The new Fusion Nascar is currently running a Goodyear test session at Las Vegas Motor Speedway with Brad Keselowski – 2012 Sprint Cup Series Champion – at the helm. In the past, the fusion has won 71 Sprint Cup Series races in the last 10 years, with 22 in the past two season. The 2017 model will make its first official points race on February 21st at the Daytona 500 in Daytona Beach, Florida. Will it bring a new champion on November 20th in Homestead, Florida? We don’t know, but with the confidence Ford has in this new race car, it’s bound to put up a damn good fight.

  • Leave it
    • Where are all the performance specs?
    • No shots of the interior
    • Still over regulated by Nascar
Robert Moore
Robert Moore
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Robert has been an auto enthusiast his entire life. He started working cars at a young age, learning the basics from his father in the home garage on the weekends. As time went on, Robert became more and more interested in cars and convinced his father to teach him how to drive when he was just 13 years old. Robert continued working on cars in his free time and learned as much as he could about engines, transmissions, and car electrical systems, something that only fed his curiosity more and eventually led him to earn a bachelors degree in automotive technology with a primary focus on engine performance and transmission rebuilding.  Read full bio
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Press Release

History has repeated itself when it comes to the preparing the new NASCAR Fusion for its competition debut in February at Daytona Speedweeks.

2016 Ford Fusion NASCAR High Resolution Exterior
- image 662058

Much like three years ago when NASCAR allowed manufacturers to include more brand-specific characteristics, Ford once again used the talents of its designers to make sure the same eye-catching components that are included in the new 2017 Ford Fusion production car appear on the racing version.

The result is an aggressive-looking race car capable of producing 750 horsepower at 9,000 rpm under the current rules package.

“There’s no mistaking we’re here to win races and championships,” said Dave Pericak, global director, Ford Performance. “And we believe the new NASCAR Fusion will be a powerful tool in the hands of our teams and drivers.

“Aerodynamics are more important than ever in this sport at the speeds these cars are running, so we used some of the best wind tunnel and computational fluid dynamics technology available to help create this new Fusion, and fortunately the Ford design team gave us a great vehicle to work with from the start.”

The new NASCAR Fusion successfully follows in the tire tracks of its predecessor by not only mirroring the exterior of its production counterpart but bringing a better interior to the driver.

Ford’s NASCAR drivers will digest more information through a new digital dashboard system that is mandatory for this season. Teams can switch between as many as 16 different preset screens to display information and see information in either bar graphs, numbers or the standard gauge and needle that has been used for years.

This latest technological advancement from NASCAR comes on the heels of several significant changes, including the Gen 6 model that brought brand identity back to the sport in 2013, switching to electronic fuel injection in 2012 and going to an ethanol fuel blend in 2011.

2016 Ford Fusion NASCAR High Resolution Exterior
- image 662059

Ford has continued to refine its own technological program as well, opening up the Ford Performance Technical Center in Concord, North Carolina, in 2014, which features a state-of-the-art full motion simulator that assists both racing and production car development.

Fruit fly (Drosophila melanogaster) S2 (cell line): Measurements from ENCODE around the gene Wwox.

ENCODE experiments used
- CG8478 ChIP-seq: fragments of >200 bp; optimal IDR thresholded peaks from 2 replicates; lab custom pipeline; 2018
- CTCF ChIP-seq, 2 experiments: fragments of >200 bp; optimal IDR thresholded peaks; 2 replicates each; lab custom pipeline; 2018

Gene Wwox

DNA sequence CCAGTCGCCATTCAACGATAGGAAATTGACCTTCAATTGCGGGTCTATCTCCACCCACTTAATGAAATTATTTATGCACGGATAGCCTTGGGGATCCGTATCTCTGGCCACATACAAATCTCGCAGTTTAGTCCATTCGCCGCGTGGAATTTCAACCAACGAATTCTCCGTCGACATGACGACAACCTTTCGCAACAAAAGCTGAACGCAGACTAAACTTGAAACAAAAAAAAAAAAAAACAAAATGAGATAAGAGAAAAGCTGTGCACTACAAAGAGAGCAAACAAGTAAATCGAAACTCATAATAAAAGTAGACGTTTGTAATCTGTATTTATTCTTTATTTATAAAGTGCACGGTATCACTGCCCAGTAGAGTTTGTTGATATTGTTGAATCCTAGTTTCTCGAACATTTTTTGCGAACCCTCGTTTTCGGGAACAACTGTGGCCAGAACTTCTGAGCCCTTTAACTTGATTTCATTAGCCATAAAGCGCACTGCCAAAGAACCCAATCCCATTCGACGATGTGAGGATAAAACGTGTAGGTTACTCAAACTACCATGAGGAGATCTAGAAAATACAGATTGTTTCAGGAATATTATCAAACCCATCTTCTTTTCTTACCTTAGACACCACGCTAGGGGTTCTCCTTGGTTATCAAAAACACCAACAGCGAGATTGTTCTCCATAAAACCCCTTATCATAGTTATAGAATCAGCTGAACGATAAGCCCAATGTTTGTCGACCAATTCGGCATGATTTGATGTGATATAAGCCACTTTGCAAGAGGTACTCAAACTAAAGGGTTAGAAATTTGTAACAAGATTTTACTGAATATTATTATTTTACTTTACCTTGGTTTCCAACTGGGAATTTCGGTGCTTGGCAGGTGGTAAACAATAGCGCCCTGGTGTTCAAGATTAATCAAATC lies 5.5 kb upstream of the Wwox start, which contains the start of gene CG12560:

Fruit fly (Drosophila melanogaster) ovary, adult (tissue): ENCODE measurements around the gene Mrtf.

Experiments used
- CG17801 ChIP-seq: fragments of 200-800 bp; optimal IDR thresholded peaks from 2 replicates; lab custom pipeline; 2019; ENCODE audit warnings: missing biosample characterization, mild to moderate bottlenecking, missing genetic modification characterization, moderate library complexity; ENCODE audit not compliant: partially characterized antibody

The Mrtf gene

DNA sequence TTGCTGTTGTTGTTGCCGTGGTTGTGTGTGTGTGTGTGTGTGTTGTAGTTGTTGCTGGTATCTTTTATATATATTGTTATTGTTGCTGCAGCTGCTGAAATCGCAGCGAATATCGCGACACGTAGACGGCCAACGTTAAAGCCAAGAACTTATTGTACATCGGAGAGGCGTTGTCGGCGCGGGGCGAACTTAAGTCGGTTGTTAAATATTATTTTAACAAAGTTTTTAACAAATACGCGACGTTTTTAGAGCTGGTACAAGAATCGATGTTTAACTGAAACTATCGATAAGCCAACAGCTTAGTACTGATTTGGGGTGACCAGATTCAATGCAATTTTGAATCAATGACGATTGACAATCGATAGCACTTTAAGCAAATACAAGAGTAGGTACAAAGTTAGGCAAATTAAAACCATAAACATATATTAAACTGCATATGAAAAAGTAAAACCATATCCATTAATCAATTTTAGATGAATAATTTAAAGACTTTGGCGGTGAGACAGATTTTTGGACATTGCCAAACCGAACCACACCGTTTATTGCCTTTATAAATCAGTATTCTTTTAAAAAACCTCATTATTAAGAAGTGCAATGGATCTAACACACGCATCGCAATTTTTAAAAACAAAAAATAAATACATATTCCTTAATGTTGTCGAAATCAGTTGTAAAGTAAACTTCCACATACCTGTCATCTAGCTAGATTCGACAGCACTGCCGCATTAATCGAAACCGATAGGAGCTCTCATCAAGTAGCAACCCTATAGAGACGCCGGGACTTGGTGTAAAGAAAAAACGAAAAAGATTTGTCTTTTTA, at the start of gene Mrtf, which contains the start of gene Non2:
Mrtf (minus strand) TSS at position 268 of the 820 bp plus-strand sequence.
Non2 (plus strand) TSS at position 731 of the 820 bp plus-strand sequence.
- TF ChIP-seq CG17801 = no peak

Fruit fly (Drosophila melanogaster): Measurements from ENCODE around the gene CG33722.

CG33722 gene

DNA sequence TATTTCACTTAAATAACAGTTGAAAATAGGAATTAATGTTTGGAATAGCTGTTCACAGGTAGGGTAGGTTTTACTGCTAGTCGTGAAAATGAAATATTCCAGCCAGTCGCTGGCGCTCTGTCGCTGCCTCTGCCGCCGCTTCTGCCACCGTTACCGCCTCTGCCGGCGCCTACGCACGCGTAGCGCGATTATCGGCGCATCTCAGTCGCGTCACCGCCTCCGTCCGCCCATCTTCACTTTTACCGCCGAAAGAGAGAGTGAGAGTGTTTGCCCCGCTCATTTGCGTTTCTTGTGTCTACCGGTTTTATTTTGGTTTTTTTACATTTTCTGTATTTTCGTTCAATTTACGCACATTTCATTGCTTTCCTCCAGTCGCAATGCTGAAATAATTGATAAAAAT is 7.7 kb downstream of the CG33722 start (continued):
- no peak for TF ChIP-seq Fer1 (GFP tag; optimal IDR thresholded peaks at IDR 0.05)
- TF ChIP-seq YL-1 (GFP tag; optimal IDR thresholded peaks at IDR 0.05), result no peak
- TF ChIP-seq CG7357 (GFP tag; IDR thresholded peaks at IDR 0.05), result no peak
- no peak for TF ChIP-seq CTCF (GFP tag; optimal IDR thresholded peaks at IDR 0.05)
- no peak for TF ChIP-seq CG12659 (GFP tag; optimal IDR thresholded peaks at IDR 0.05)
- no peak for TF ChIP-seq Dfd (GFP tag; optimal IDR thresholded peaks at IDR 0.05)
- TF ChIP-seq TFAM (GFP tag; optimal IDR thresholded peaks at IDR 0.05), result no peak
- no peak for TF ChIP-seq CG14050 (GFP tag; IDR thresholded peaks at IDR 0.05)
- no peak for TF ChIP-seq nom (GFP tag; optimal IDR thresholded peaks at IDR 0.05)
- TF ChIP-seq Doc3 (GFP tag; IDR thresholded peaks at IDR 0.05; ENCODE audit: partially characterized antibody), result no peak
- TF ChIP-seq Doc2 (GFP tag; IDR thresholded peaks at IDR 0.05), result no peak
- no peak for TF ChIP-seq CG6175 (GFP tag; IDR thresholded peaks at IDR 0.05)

“The Technical Center and the full-motion simulator have been a great tool for our teams and engineers,” said Pericak. “As important as aerodynamics are in NASCAR, it’s also imperative that the computer simulations that assist the teams in arriving at the track with a proper set-up are also best-in-class. We have been working very hard the past year to refine our simulation tools to create a real benefit to our race drivers, as well as the drivers of our new high passenger vehicles.”

Fusion debuts on track Tuesday in Las Vegas
The new NASCAR Fusion will make its public debut Tuesday when 2012 Sprint Cup Series champion Brad Keselowski participates in a two-day Goodyear test session at Las Vegas Motor Speedway.

The Team Penske driver is coming off a season in which he qualified for The Chase after winning at Auto Club Speedway in Fontana, CA, and finished seventh in the final point standings. This is Keselowski’s fourth season driving with Ford and his seventh for car owner Roger Penske. He has 17 career NASCAR Sprint Cup Series wins with eight of those coming behind the wheel of Fusion.

Fusion entering 11th season of NASCAR competition
Fusion debuted as NASCAR’s flagship model in 2006 and has won 71 Sprint Cup Series races in that time, including 21 the past two seasons.

Roush Fenway Racing’s Greg Biffle drove Fusion to a milestone victory at Michigan International Speedway on June 16, 2013 as his triumph in the Quicken Loans 400 represented Ford’s 1,000th win in NASCAR’s top three series combined.

Fusion has won the Daytona 500 four times in the last seven years, including 2015 when Team Penske’s Joey Logano won “The Great American Race” for the first time.

This latest iteration marks the third major body change for Fusion since its initial unveiling in NASCAR in 2006 and represents another step towards keeping “stock” a relative part of stock car racing.

Daytona 500 marks first official points race for new Fusion on Feb. 21
The new Fusion will debut during Daytona Speedweeks and compete for the first time in a Sprint Cup points race on Sunday, Feb. 21 during the 58th running of the Daytona 500 in Daytona Beach, Florida. That marks the first of a 36-race schedule which culminates with the champion being crowned at Ford Championship Weekend in Homestead, Florida, on Sunday, Nov. 20.